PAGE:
Friday, July 6, 2012

Alexandria Architecture Walking Tour

Lace up your sneakers, bring your water bottle (I forgot mine) and let's go before it gets any hotter . . . it's 93 degrees here at 10:30 a.m.  This walk is supposed to take about 45 minutes.  We're doing this a little out of order, but this first place is closest to where I parked . . . so, here we are at 212 S. Washington Street: Downtown Baptist Church (where my grandmother attended church when they lived in Old Town) built in 1805; rebuilt 1830; present church 1858.  Plaster front facade was originally scored and painted to imitate brownstone blocks; used as hospital during Civil War.

201 S. Washington Street is The Lyceum which houses the Alexandria History Museum . . . visited a few days ago. This was built in 1839 and is Greek Revival.   Academically-correct proportions of ancient temple architecture; historically-accurate exterior color, which may have also originally included a fake graining treatment to simulate cut stone.  (There's that statue again . . . missed my opportunity to walk around him three times and ask him what he died for, again . . . maybe on the way back to the car.)
711 Prince Street: 1797 (current facade, 1811) Federal.  Features include fanlight surrounding front door, Palladian window; strikingly similar to the Harrison-Gray-Otis House in Boston, MA, designed by Charles Bulfinch (architect of the US Capitol).

712 Prince Street: 1803, re-modeled into Second Empire Victorian.  Original Federal townhouse re-modeled by Henry Dangerfield; robust style popular just after the Civil War; features include curved French Mansard roof, elaborate dormers, deep scroll brackets below the cornice.

117 S. Washington Street: Virginia Public Service Bldg.  Built 1930, Art Deco.  The city's most grand example of this style.

605-607 Prince Street:  Mid-19th century, Italianate.  Only known examples of this style in Alexandria, using cast iron facade to simulate stone.

601 Prince St.: 1840, orig. Greek Revival; 1889, re-model Romanesque Revival.  Originally built in a Greek Revival style for the Second Presbyterian Church; extensively re-modeled by Glen Brown in 1889 in Romanesque Revival, marked by corner tower and semi-circular masonry arch on short fat columns.

517 Prince Street: Ca. 1775, Colonial.  One of the least-altered early buildings in the city and owned by the same family since 1816; wide clapboards originally painted oxide red, one of the cheapest paints available; this color also commonly used elsewhere, giving the town a substantial brick appearance, even though most buildings were actually wood.

I don't know about you, but the sweat is running down my back and we're only a little over a third of the way through . . . can I have a sip of your water?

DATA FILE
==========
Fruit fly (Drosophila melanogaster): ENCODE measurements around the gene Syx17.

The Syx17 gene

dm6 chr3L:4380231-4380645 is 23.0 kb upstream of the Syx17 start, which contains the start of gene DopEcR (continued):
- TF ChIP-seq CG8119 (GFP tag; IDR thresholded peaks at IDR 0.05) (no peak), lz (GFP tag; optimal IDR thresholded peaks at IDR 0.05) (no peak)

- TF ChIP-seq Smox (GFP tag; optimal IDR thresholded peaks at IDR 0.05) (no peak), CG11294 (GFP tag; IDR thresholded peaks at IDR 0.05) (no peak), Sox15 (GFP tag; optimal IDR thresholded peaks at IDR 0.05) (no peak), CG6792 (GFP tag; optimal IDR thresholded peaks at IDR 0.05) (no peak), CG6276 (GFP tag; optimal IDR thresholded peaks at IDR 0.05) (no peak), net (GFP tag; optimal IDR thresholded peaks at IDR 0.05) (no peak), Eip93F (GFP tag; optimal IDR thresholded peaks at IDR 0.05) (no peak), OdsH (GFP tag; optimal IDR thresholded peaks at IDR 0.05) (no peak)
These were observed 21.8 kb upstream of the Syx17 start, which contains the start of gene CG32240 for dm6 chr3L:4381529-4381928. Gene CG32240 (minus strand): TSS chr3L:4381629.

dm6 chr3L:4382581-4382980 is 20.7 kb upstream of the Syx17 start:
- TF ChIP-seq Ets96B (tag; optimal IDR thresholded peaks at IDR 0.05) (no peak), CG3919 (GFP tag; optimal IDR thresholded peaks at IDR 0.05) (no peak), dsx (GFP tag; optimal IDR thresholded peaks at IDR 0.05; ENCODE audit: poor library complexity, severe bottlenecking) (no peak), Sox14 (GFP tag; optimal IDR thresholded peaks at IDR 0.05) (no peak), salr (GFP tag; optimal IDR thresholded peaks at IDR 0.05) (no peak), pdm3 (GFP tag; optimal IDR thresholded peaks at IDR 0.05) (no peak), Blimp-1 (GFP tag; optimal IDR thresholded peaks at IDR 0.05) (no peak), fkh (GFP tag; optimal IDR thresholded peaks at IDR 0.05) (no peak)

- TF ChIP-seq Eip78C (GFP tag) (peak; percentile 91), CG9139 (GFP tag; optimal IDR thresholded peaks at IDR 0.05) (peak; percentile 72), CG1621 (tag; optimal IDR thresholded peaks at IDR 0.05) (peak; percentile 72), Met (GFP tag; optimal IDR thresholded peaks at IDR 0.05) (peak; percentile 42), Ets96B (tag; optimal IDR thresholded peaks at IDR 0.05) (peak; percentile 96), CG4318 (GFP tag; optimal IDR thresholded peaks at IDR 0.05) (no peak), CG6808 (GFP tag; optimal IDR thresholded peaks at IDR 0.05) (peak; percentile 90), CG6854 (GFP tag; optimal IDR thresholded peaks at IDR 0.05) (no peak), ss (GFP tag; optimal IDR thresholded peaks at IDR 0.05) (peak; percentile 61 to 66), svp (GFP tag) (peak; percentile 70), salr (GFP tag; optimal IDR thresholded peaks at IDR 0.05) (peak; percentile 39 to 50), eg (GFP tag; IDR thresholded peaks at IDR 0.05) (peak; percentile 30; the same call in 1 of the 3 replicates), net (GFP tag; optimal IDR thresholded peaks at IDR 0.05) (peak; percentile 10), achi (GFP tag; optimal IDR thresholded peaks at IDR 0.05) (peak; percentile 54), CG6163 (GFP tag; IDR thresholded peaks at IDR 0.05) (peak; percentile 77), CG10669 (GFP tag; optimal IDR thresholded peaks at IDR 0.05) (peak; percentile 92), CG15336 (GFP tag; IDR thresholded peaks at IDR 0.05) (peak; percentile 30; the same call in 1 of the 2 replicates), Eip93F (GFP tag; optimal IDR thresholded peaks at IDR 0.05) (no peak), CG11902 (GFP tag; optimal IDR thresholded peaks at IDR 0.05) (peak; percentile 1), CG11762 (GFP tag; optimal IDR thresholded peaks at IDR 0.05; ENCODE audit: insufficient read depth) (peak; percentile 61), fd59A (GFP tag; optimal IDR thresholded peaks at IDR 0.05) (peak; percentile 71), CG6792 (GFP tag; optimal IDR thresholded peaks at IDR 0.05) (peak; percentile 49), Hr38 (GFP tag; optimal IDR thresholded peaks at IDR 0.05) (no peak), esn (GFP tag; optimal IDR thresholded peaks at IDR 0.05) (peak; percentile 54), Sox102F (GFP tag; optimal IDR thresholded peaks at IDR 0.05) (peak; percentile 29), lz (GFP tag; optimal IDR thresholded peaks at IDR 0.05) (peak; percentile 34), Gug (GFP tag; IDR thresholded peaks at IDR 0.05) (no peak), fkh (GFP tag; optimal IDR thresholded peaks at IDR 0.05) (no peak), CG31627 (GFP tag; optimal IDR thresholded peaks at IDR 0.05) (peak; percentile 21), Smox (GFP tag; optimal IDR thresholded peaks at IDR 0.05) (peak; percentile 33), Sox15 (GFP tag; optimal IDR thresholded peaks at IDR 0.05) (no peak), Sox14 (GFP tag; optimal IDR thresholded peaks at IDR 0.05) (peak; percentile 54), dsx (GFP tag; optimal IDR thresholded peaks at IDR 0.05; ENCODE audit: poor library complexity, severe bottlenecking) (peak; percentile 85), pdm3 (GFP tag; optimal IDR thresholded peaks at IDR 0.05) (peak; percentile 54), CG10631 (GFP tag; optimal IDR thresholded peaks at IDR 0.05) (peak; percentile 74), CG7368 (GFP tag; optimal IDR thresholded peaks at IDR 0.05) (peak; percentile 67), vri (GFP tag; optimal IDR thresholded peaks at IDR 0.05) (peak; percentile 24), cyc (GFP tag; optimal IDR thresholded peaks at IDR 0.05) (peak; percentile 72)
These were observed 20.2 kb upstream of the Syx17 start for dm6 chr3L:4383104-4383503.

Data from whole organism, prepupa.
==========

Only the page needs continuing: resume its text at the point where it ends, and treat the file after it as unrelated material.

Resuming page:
228 S. Pitt Street:  St. Paul's Episcopal Church 1817-1818 Gothic Revival.  Built by Jeremiah Bosworth, possibly using designs from Benjamin H. Latrobe, one of the first professionally-trained American architects; Latrobe may have designed frontispiece, flanks and gallery. 

415 Prince Street:  1804-1807, Federal.  Beautifully carved Acquia Creek sandstone door surrounds, with window lintels; originally built as the Bank of Potomac; hdqtrs of the restored government of Virginia, 1863-1865.

403 Prince Street:  Pre-1883.  Narrow alley houses were inexpensively built for servants or children by using existing house walls on either side and adding a roof and facade.  See it there just left of the blue house . . . just that door and tiny window and window up above . . . I love these little houses don't you? 

319 Prince Street:  1855, Victorian.  City's oldest standing firehouse; second location of the Relief Fire Company; metal track on the floor inside guided horse-drawn engines; second floor has the original scrub pine floors; balcony with two 14' French doors; converted to a private home in 1980 with an award-winning renovation. (It's the small building on the left)

317 Prince Street: Alexandria Fire Department Station 51:  1915.  Fifth location of the Relief Fire Company (volunteer), built by the City of Alexandria. 

My grandfather may have worked at this station at one time . . .  it looks so familiar.  He was the Assistant Fire Chief (my father told me today) . . . I thought he was the Chief Mechanic.  Daddy said his father had worked at many of the stations.  I remember going to one and getting to sit in a firetruck and also sliding down the pole . . . could have been at this one.

Prince St. is referred to as "Gentry Row".  The 200 block is one of the best collections of rowhouses representing the wealth of late 18th century Alexandria.  The architectural detailing is a mixture of bold mid-18th century Georgian with elements of the more delicate Federal, popular in America after the Revolution.